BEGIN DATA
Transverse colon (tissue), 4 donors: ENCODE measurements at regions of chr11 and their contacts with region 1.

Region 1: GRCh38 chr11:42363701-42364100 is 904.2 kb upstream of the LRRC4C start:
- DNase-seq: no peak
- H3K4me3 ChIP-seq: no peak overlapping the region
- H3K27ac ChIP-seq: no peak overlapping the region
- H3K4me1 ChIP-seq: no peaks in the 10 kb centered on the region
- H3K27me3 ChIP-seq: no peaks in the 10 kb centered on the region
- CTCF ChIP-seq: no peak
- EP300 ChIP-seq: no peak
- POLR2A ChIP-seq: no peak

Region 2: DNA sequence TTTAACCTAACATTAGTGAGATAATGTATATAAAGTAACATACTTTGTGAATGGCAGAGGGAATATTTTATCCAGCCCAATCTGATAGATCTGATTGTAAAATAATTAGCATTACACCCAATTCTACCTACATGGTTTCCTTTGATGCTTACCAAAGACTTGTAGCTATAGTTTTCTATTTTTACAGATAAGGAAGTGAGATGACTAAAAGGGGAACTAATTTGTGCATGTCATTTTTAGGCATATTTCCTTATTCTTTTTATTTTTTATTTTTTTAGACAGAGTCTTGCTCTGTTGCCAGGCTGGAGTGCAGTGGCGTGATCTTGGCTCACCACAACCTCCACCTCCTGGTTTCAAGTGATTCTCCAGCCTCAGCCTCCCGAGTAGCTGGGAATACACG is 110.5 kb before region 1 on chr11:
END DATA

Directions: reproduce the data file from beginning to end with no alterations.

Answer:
Transverse colon (tissue), 4 donors: ENCODE measurements at regions of chr11 and their contacts with region 1.

Region 1: GRCh38 chr11:42363701-42364100 is 904.2 kb upstream of the LRRC4C start:
- DNase-seq: no peak
- H3K4me3 ChIP-seq: no peak overlapping the region
- H3K27ac ChIP-seq: no peak overlapping the region
- H3K4me1 ChIP-seq: no peaks in the 10 kb centered on the region
- H3K27me3 ChIP-seq: no peaks in the 10 kb centered on the region
- CTCF ChIP-seq: no peak
- EP300 ChIP-seq: no peak
- POLR2A ChIP-seq: no peak

Region 2: DNA sequence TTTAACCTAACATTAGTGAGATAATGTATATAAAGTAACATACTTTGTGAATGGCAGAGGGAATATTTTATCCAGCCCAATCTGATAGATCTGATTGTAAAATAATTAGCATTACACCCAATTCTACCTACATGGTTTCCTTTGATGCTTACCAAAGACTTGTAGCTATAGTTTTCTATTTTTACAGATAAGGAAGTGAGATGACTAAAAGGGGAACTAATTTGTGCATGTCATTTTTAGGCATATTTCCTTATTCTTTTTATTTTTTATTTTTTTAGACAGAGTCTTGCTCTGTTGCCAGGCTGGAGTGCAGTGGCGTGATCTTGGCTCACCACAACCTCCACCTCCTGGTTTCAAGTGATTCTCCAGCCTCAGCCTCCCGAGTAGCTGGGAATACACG is 110.5 kb before region 1 on chr11: